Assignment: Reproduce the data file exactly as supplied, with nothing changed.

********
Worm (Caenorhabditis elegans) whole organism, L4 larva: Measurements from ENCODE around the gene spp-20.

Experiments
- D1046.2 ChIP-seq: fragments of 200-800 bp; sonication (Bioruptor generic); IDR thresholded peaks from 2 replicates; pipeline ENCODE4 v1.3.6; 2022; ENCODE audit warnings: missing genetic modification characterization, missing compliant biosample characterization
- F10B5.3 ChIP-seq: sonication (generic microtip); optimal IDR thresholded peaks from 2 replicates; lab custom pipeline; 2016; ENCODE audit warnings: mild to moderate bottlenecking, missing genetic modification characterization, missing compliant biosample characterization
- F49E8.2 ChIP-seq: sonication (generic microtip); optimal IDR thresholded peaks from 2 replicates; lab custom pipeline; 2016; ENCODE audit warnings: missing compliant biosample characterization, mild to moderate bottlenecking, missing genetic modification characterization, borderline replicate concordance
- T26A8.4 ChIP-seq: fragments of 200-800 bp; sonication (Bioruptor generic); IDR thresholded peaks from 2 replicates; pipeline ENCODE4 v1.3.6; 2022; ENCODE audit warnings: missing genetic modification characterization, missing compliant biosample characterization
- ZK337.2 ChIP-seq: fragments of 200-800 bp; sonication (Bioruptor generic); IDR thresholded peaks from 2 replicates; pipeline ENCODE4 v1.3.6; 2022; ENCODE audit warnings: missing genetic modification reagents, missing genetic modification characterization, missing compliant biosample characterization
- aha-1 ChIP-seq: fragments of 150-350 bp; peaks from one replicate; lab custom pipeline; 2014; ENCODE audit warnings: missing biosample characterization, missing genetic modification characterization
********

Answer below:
Worm (Caenorhabditis elegans) whole organism, L4 larva: Measurements from ENCODE around the gene spp-20.

Experiments
- D1046.2 ChIP-seq: fragments of 200-800 bp; sonication (Bioruptor generic); IDR thresholded peaks from 2 replicates; pipeline ENCODE4 v1.3.6; 2022; ENCODE audit warnings: missing genetic modification characterization, missing compliant biosample characterization
- F10B5.3 ChIP-seq: sonication (generic microtip); optimal IDR thresholded peaks from 2 replicates; lab custom pipeline; 2016; ENCODE audit warnings: mild to moderate bottlenecking, missing genetic modification characterization, missing compliant biosample characterization
- F49E8.2 ChIP-seq: sonication (generic microtip); optimal IDR thresholded peaks from 2 replicates; lab custom pipeline; 2016; ENCODE audit warnings: missing compliant biosample characterization, mild to moderate bottlenecking, missing genetic modification characterization, borderline replicate concordance
- T26A8.4 ChIP-seq: fragments of 200-800 bp; sonication (Bioruptor generic); IDR thresholded peaks from 2 replicates; pipeline ENCODE4 v1.3.6; 2022; ENCODE audit warnings: missing genetic modification characterization, missing compliant biosample characterization
- ZK337.2 ChIP-seq: fragments of 200-800 bp; sonication (Bioruptor generic); IDR thresholded peaks from 2 replicates; pipeline ENCODE4 v1.3.6; 2022; ENCODE audit warnings: missing genetic modification reagents, missing genetic modification characterization, missing compliant biosample characterization
- aha-1 ChIP-seq: fragments of 150-350 bp; peaks from one replicate; lab custom pipeline; 2014; ENCODE audit warnings: missing biosample characterization, missing genetic modification characterization